The Catholic League has long suspected that, in many quarters, the outrage over priestly sexual abuse has had more to do with the status of the accused than the crime itself. The evidence became indisputable when we saw Hollywood defend and lionize Roman Polanski and David Letterman. Clearly there is a major difference between the two: Polanski is a child-rapist who drugged, penetrated and sodomized a teenage girl; Letterman is a philanderer who has admittedly had sex with female staffers.
How Polanski kept his hero status after fleeing the country following the rape of a teenage girl in the 70s is astonishing. But when Polanski was recently arrested in Zurich, and faced extradition to the U.S., he was defended by the Hollywood elite.
When actress Debra Winger showed up at the Zurich Film Festival—at which Polanski was scheduled to receive a Lifetime Achievement Award—she said she came “to honor Roman Polanski as a great artist, but under these sudden and arcane circumstances, we can only think of him today as a human being.” She was not alone: the festival’s jury proudly displayed red badges reading “Free Polanski.” Woody Allen, a man who speaks from experience, also came to Polanski’s defense.
Whoopi Goldberg showed her ignorance when she declared that Polanski’s crime “wasn’t rape-rape.” And noted photographer Otto Weisser agreed: “He made a little mistake 32 years ago.” That’s right—it’s only a big mistake when priests do it.
Richard Cohen of the Washington Post noted that it’s been “over 30 years” since Polanski molested the girl. Similarly, movie critic Tom O’Neil exclaimed that it was “mind-boggling why they’re still pursuing this.” Yet there is no statute of limitations afforded priests—men long dead have been accused of crimes extending back to the 1920s.
Movie executive Harvey Weinstein also chimed in to defend his friend: “We’re calling on every film-maker we can to help fix this terrible situation.” The terrible situation, of course, wasn’t what Polanski got away with—it was his pursuit by the authorities.
The week after news broke about Polanski’s arrest and possible extradition, David Letterman opened the week laughing about the situation; he ended the week laughing and joking about his own sexual exploits.
Letterman’s fans, of course, didn’t care. “We love Letterman no matter what he does. He brings us joy,” said a fan in New York. CBS quoted a Hollywood publicist who said “the star wouldn’t be hurt by the revelations and might even be helped by them.”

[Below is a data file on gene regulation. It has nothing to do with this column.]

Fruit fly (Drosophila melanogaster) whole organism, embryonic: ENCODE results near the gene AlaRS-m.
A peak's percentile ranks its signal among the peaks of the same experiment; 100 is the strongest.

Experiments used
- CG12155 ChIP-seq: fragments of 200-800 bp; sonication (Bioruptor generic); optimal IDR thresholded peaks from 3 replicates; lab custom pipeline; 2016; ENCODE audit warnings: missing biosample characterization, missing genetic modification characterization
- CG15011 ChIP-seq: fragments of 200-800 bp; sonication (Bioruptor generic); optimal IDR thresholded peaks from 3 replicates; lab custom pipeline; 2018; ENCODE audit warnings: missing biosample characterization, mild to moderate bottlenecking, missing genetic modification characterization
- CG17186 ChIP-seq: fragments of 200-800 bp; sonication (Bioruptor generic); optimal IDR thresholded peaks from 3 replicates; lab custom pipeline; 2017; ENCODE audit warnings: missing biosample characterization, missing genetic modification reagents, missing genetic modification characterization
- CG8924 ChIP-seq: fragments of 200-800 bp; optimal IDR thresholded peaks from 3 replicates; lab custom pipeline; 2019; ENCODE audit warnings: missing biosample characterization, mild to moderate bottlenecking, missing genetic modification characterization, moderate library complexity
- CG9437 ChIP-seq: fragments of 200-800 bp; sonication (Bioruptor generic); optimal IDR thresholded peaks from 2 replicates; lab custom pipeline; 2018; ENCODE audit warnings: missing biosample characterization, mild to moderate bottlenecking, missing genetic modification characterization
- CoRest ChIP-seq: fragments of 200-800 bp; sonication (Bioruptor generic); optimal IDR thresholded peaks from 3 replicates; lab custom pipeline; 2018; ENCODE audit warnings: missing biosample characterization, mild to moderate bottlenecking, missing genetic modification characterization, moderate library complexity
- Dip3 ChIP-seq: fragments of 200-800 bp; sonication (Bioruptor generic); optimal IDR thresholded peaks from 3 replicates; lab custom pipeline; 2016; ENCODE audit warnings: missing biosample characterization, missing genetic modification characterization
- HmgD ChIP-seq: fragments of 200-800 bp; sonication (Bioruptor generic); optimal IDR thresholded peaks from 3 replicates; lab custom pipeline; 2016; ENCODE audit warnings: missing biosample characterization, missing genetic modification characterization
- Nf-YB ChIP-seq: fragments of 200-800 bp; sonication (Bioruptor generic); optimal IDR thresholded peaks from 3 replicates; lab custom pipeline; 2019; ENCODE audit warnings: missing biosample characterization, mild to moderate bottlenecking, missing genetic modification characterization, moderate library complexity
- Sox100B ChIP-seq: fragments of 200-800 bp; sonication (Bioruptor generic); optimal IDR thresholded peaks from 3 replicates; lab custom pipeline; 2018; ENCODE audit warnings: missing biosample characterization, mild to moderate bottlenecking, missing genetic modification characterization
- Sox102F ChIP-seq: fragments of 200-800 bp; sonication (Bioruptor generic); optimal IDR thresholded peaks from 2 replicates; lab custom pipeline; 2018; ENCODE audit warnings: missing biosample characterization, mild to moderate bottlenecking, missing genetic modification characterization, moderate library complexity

It certainly didn’t hurt Letterman’s career when he laughed at the Church for what happened in 2002. That summer a man and a woman had sex in St. Patrick’s Cathedral. They did so in plain view of men, women and children and had their performance described on the radio as part of some sick contest. Most of the people were aghast, the radio hosts who rigged the event were fired, and apologies were issued by the radio station. Letterman, however, found it so hysterical that he used the story to tell jokes about it for three nights.
There was a time, not long ago, when feminists would demonstrate in the street demanding Letterman be fired for sexual harassment. As defined by feminists, sexual harrasment typically kicks in whenever a boss, usually a man, uses his position of power to initiate sex with his subordinates. But Letterman didn’t have to worry.
The National Organization for Women lists six different issues as “Key Issues” and twenty more as “Other Important Issues.” Sexual harassment is not one of the six hot issues, nor is it one of the twenty “Other” issues.
But the ultimate hypocrites were those from the International Humanist and Ethical Union (IHEU). This London-based organization condemned the Vatican for not dealing responsibly with the issue of sexual abuse. We noted that IHEU is an ethical disgrace. Consider that Vern Bullough, a noted world humanist, was past vice president of the organization. He was also a man who held Alfred Kinsey in high esteem, despite the fact that Kinsey was a sado-masochistic, child-abusing, voyeuristic pervert.
When Bullough died in 2006, he was fondly remembered by William A. Percy, a gay activist who unsuccessfully offered a bounty of $20,000 for the outing of a living American Cardinal. Percy maintained that Bullough “never denounced NAMBLA,” the organized group of gay child molesters. Moreover, he rushed to support the infamous Rind study that put a sweet gloss on man-boy sex. Dr. Judith Reisman explained why: Bullough was the “self-confessed pedophile editor of The Journal of Paedophilia.”
Catholics don’t need any advice from IHEU on the subject of child sexual abuse. The organization so fully discredited itself that it forfeited the moral right to point fingers at any person or institution.